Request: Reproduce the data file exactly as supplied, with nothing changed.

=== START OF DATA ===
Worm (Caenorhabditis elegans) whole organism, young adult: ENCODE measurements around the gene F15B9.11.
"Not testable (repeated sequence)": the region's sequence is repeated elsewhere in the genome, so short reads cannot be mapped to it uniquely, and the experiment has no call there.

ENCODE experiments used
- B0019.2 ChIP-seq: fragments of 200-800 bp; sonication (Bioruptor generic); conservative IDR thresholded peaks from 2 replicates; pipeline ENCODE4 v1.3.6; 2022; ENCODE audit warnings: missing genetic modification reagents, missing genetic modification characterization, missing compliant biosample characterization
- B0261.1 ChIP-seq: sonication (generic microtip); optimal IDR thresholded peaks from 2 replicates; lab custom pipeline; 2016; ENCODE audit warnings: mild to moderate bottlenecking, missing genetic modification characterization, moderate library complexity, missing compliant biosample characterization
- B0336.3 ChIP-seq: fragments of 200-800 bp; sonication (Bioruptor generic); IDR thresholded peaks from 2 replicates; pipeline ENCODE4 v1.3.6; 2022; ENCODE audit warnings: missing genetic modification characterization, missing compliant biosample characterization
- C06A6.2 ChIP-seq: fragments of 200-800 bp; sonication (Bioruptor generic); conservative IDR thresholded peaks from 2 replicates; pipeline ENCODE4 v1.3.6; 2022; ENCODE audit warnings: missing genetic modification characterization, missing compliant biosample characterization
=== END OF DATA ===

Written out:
Worm (Caenorhabditis elegans) whole organism, young adult: ENCODE measurements around the gene F15B9.11.
"Not testable (repeated sequence)": the region's sequence is repeated elsewhere in the genome, so short reads cannot be mapped to it uniquely, and the experiment has no call there.

ENCODE experiments used
- B0019.2 ChIP-seq: fragments of 200-800 bp; sonication (Bioruptor generic); conservative IDR thresholded peaks from 2 replicates; pipeline ENCODE4 v1.3.6; 2022; ENCODE audit warnings: missing genetic modification reagents, missing genetic modification characterization, missing compliant biosample characterization
- B0261.1 ChIP-seq: sonication (generic microtip); optimal IDR thresholded peaks from 2 replicates; lab custom pipeline; 2016; ENCODE audit warnings: mild to moderate bottlenecking, missing genetic modification characterization, moderate library complexity, missing compliant biosample characterization
- B0336.3 ChIP-seq: fragments of 200-800 bp; sonication (Bioruptor generic); IDR thresholded peaks from 2 replicates; pipeline ENCODE4 v1.3.6; 2022; ENCODE audit warnings: missing genetic modification characterization, missing compliant biosample characterization
- C06A6.2 ChIP-seq: fragments of 200-800 bp; sonication (Bioruptor generic); conservative IDR thresholded peaks from 2 replicates; pipeline ENCODE4 v1.3.6; 2022; ENCODE audit warnings: missing genetic modification characterization, missing compliant biosample characterization